Sabrina Sanchez
Jul 21, 2023

How Oppenheimer capitalized on Barbie’s marketing success

As moviegoers buy tickets for a “Barbieheimer” double feature, Oppenheimer gets a boost from Barbie’s marketing blitz.

Getty Images
Getty Images

One of film’s biggest canon events is upon us as box offices prepare to open for “Barbieheimer” on July 21.

On Friday, movie-goers across the country will hit theaters to watch two starkly different, highly-anticipated films: Greta Gerwig’s Barbie and Christopher Nolan’s Oppenheimer

Hype around the upcoming blockbusters has drawn social media chatter for weeks – about Barbie’s mega-marketing, Oppenheimer’s suspense and the unexpected desire to see both back-to-back. 

For Barbie, which has made a concerted marketing effort to be, quite literally, everywhere, a successful opening weekend may be unsurprising. 

Mattel’s EVP and global head of Barbie and dolls, Lisa McKnight, told multiple outlets that being “everywhere” was always the goal. Its 100-person marketing team, more than 100 brand partnerships and massive budget to co-promote the movie with Warner Bros. are part of a long-term investment in the Barbie brand to sell dolls to kids and adults for years to come. 

In its pursuit to be everywhere, the brand has left no stone unturned. Barbie has collaborated with brands from Progressive, Pinterest, Bumble and Burger King to Roku, Chevrolet, Aldo and Tangle Teezer. Mattel has launched OPI nail colors, Amazon collections, clothing collabs and even a life-size Airbnb Malibu dream house. Its soundtrack is filled with a star-studded lineup, from rappers Nicki Minaj and Ice Spice to Latin American superstar Karol G. 

A by-product of Barbie’s heavy marketing push and anticipation has been to bring another film along for the ride. 

Oppenheimer’s Barbie-like stardom

Oppenheimer, Christopher Nolan’s $100 million production about the American scientist behind the development of the atomic bomb, has earned almost as much conversation online by often being associated with Barbie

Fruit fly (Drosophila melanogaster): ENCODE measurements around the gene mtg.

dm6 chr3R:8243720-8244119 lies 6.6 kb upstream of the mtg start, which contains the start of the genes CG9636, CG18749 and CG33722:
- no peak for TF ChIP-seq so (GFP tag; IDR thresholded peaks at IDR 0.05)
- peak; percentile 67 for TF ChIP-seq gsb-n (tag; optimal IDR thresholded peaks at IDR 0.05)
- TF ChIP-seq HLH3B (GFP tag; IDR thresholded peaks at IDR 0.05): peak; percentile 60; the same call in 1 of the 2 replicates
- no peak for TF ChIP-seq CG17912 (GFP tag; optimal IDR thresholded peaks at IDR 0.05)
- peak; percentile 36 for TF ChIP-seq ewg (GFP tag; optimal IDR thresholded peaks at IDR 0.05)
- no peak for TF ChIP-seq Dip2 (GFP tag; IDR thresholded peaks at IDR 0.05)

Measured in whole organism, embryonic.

The conversation dates as far back as April 2022, when each movie’s release date was announced to fall on the same day.

Since then, social media has buzzed about the anticipation of both, notably comparing and making jokes about each studio’s marketing strategy, offering comical suggestions. 

But despite Oppenheimer and Universal Pictures taking a more traditional marketing approach – running fewer partnerships and using a lot less hot pink – excitement for both films have led movie fans to make memes and tease a double-feature, with many looking to watch both on the same day. 

As of July 17, AMC reported that over 40,000 customers have already purchased double bill tickets, highlighting the widespread interest in “Barbieheimer.”

Barbie is projected to earn $110 million in its opening weekend. Despite a smaller marketing budget, Oppenheimer doesn’t track too far behind – projected to gross $50 million in its opening weekend, according to Forbes

While Barbie may gross higher sales on opening weekend due to its hype and appeal for younger audiences, Oppenheimer may eventually catch up, as it has a longer run time and adult audiences don’t prioritize opening day showings as much as younger viewers.

Barbie cost approximately $145 million to make before marketing, while Oppenheimer cost $100 million to produce. However, it is unclear where Barbie’s movie promotion budget ends and Mattel’s $534.3 million annual marketing spend begins, with many speculating that additional investments from the toymaker could lead the movie to shatter box office projections exponentially. 

Some speculation has circulated online that the two marketing teams might be in cahoots, but neither Universal Pictures or Warner Bros. have confirmed collaboration. Neither replied to Campaign US’ requests for comment.

Regardless of which is fueling which, both movies have become synonymous with one another. 

And as opening day approaches, the debate now is which one people will watch first. 

Campaign US

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